Satellite Technology Expose World’s Methane Leaks at COP27

Leaks from landfills is one of the major contributors to global methane emissions.

Bloomberg has teamed up with an emissions monitoring organisation to expose the extent of methane leaks across the globe.

Autor*in Mark Newton, 11.14.22

Translation Sarah-Indra Jungblut:

Although carbon dioxide often grabs the headlines, it’s not the only greenhouse gas capable of damaging our environment. In fact, pound for pound, it’s not even the worst.

For example, although it makes up far less of our atmosphere then carbon dioxide, it absorbs thermal radiation much more efficiency and therefore has a global warming potential (GWP) around 86 times stronger than CO2 per unit mass. Overall, carbon dioxide likely has a bigger impact since much more of it is released, with methane accounting for around 20 percent of global greenhouse gas emissions. Regardless, experts suggest removing methane – a valuable product in its own right – could still contribute to cooling the environment, or at the very least slow its rate of warming.

To highlight this fact, business experts Bloomberg are publishing daily images of methane leaks across the world during the ongoing COP27 summit. To achieve this, they have teamed up with GHGSat, an organisation using satellites to monitor methane leaks around the globe.

GHGSat uses a patented imaging interferometer to detect methane with orbiting satellites 500 kilometres above the Earth’s surface. Usually, these sensors can spot methane through the distortion of sunlight as it reflects back out to space. Methane blocks part of the light spectrum, which can then be detected by sensitive sensors. Although other corporations are conducting similar work, GHGSat suggests their images are of the highest resolution, and they are the only commercial methane monitoring organisation which can attribute leaks to specific facilities, although the ESAÄs Sentinel-5P programme is also capable of this accuracy.

In addition to satellite-based sensors, GHGSat has also developed sensors for aerial surveying from aircraft, allowing for even more accurate readings. All of this is available to organisations via SPECTRA, a data platform with a recently announced premium subscription service.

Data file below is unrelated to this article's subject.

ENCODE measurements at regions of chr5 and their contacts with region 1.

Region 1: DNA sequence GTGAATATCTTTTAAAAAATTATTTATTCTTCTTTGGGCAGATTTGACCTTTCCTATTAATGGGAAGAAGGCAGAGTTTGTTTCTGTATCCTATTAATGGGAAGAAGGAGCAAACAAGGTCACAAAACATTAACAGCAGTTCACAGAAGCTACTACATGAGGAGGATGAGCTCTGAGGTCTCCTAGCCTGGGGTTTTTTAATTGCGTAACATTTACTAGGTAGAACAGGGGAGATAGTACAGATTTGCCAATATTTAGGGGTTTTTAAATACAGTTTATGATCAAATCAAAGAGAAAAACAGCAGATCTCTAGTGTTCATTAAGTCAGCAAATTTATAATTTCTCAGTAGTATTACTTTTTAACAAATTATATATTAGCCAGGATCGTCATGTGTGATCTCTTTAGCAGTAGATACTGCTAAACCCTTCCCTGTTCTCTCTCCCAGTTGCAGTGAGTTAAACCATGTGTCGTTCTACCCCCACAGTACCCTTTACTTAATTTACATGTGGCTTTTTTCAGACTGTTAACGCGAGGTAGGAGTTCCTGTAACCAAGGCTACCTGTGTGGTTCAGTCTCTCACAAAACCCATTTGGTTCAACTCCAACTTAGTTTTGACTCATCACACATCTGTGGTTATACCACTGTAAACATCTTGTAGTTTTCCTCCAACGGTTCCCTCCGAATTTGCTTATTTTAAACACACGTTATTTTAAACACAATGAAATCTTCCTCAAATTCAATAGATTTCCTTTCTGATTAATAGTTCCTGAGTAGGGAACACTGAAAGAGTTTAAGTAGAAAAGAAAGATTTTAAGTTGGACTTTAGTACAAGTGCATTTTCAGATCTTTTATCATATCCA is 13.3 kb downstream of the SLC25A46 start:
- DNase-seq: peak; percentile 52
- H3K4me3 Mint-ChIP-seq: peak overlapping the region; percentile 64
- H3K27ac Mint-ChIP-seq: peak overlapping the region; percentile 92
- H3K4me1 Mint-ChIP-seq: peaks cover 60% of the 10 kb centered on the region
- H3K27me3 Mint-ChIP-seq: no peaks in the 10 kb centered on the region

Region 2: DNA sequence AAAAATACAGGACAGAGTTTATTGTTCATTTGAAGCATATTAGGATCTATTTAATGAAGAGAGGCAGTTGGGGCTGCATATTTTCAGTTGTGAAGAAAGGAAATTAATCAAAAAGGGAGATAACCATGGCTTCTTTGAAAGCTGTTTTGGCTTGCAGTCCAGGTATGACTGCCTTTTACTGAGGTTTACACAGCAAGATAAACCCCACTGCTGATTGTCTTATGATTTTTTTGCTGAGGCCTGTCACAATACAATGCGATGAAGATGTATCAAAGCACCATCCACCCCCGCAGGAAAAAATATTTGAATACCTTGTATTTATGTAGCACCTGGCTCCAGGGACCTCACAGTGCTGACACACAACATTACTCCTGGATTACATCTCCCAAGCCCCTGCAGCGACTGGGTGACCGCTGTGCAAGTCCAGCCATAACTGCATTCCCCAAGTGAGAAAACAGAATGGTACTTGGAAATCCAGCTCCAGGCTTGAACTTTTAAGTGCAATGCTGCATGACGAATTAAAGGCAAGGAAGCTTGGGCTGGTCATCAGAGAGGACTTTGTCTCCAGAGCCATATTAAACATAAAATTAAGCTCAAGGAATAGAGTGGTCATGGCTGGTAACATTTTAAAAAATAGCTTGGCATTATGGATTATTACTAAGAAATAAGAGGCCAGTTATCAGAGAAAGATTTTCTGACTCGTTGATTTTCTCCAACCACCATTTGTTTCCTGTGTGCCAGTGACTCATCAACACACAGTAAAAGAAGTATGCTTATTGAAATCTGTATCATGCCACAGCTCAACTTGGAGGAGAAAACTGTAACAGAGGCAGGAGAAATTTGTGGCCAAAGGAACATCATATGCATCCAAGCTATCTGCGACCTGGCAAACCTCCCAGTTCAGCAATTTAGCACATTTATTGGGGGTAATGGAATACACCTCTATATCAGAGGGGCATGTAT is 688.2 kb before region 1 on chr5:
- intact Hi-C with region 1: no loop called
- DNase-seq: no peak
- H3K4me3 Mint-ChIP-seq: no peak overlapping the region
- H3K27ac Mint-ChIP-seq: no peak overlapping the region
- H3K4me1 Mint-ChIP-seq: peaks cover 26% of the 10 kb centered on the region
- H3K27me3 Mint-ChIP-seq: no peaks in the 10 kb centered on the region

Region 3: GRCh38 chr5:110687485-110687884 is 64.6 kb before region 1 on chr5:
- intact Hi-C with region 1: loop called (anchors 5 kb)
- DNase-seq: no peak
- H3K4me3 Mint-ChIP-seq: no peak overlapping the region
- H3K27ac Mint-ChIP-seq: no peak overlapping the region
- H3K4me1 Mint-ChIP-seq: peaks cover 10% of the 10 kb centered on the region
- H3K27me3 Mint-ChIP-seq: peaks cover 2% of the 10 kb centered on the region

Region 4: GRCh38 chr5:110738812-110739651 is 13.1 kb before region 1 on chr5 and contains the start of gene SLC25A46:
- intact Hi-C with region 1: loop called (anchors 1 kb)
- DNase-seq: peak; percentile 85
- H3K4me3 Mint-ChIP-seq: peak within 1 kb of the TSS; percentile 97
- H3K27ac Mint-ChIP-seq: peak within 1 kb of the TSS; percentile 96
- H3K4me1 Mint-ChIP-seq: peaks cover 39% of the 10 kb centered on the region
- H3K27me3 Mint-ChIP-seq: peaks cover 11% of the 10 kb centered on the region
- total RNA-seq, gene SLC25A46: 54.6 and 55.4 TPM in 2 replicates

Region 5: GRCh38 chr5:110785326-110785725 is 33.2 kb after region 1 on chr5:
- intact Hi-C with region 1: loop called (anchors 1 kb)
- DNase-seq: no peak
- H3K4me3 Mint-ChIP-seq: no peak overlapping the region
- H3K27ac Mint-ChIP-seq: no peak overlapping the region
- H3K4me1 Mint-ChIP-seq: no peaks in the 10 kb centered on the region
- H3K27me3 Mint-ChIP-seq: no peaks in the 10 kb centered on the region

Using this technology, GHGSat and Bloomberg have been publishing exclusive images showing methane leaks from different sources and different nations. So far, this has included methane from the following sources:

  • Decomposition of organic waste in a Canadian landfill (1,185 kilograms per hour)
  • Methane pumped out of a Polish coal mine (3,410 kilograms per hour)
  • Methane leaking from an Iranian fossil fuel facility (795 kilograms per hour)
  • Methane pumped from a US coal mine (440.4 kilograms per hour)
  • Decomposition of waste in an Indian landfill (1,328 kilograms per hour)
  • Methane emissions from six Chinese oilfields (4,477 kilograms per hour)
  • Emissions from a Turkmenistan oil and gas field (8,501 kilograms per hour)
  • Methane gas released from a Pakistani landfill (1,403 kilograms per hour)

Landfills in particular are notable sources of methane and provide an almost constant stream of the gas. The gas originates from the decomposition of organic material, like food scraps, breaking down in the absence of oxygen and, according to Bloomberg, accounts for 20 percent of all methane emissions.

Coal mines are another important source, especially in China. When coal is extracted, gas methane is often encountered and this must be vented to prevent buildups and potential explosions. Usually, these mines do not have the facilities or experience to capture the useful gas as a secondary product, so it is simply released into the atmosphere.

In both cases, gas capture systems could be implemented to not only reduce emissions, but also potentially create additional revenue streams.

Overall, the biggest producers of methane are China, the United States, Russia, India, Brazil, Indonesia, Nigeria, and Mexico. These eighth countries make up around 50 percent of all methane emissions.

By exposing this environmentally damaging and wasteful process in daily images, hopefully the full scale of methane emissions can be exposed, and more attention brought to reducing or capturing the dangerous gases.

At the time of writing (November 13th), we are currently mid-way through the COP27 climate conference being held in Sharm El-Sheikh, Egypt. The conference follows on from commitments made in the Paris Agreement of 2015, although progress on these issues is difficult to gauge. Only 24 of 193 have submitted their carbon reduction plans to the UN.

This year, the major conversation points are discussing how new technologies, renewable energy sources and management practices can mitigate emissions, and how Global North nations can help those in the Global South adapt their economies. As always, financing these climate positive changes will also be discussed, as will the impact of the ongoing war in Ukraine.

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